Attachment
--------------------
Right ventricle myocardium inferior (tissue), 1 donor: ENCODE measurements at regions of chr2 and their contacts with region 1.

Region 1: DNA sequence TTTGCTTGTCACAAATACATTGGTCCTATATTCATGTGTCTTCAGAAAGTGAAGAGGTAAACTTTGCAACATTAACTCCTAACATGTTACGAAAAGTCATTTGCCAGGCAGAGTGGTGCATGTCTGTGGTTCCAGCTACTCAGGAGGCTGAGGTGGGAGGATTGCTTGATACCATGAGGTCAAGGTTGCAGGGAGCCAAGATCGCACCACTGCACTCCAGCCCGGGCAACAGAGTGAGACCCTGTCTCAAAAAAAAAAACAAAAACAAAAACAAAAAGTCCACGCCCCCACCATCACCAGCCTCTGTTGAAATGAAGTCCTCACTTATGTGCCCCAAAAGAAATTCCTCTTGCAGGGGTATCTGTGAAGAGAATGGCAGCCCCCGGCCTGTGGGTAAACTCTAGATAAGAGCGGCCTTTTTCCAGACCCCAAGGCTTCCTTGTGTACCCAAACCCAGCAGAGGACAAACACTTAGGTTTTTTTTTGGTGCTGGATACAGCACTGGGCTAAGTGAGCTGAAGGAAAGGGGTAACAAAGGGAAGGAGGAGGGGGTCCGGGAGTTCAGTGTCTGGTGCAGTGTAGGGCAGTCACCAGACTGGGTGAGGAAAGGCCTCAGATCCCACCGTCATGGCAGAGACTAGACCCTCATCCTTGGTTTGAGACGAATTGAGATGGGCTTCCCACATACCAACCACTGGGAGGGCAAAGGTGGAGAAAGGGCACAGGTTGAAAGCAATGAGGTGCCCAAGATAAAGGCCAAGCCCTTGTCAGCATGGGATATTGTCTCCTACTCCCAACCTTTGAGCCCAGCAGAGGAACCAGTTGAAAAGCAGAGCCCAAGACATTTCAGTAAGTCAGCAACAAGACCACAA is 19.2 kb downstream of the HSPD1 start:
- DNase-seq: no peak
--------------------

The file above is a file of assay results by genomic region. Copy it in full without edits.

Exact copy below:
Right ventricle myocardium inferior (tissue), 1 donor: ENCODE measurements at regions of chr2 and their contacts with region 1.

Region 1: DNA sequence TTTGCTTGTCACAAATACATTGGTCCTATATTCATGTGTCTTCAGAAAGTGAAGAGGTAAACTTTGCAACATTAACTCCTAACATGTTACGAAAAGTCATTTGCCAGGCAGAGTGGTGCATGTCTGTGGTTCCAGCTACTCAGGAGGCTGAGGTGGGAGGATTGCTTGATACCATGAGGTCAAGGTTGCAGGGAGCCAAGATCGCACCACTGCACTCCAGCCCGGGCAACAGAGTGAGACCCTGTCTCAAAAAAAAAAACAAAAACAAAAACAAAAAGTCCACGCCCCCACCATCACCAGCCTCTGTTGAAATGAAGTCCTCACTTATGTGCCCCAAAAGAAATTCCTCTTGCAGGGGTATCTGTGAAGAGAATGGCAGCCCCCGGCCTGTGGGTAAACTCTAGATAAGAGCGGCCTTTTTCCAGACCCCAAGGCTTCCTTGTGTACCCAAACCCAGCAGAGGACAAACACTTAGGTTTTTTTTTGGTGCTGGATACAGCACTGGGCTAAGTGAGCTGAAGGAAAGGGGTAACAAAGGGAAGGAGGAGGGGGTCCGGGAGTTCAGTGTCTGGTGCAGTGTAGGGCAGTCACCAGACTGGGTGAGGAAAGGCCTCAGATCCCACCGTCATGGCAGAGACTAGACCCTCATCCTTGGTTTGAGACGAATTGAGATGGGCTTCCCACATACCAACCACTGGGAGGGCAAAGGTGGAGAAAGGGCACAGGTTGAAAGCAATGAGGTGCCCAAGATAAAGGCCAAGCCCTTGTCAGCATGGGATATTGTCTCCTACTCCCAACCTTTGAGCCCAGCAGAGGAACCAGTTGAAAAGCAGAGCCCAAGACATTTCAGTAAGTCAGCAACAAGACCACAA is 19.2 kb downstream of the HSPD1 start:
- DNase-seq: no peak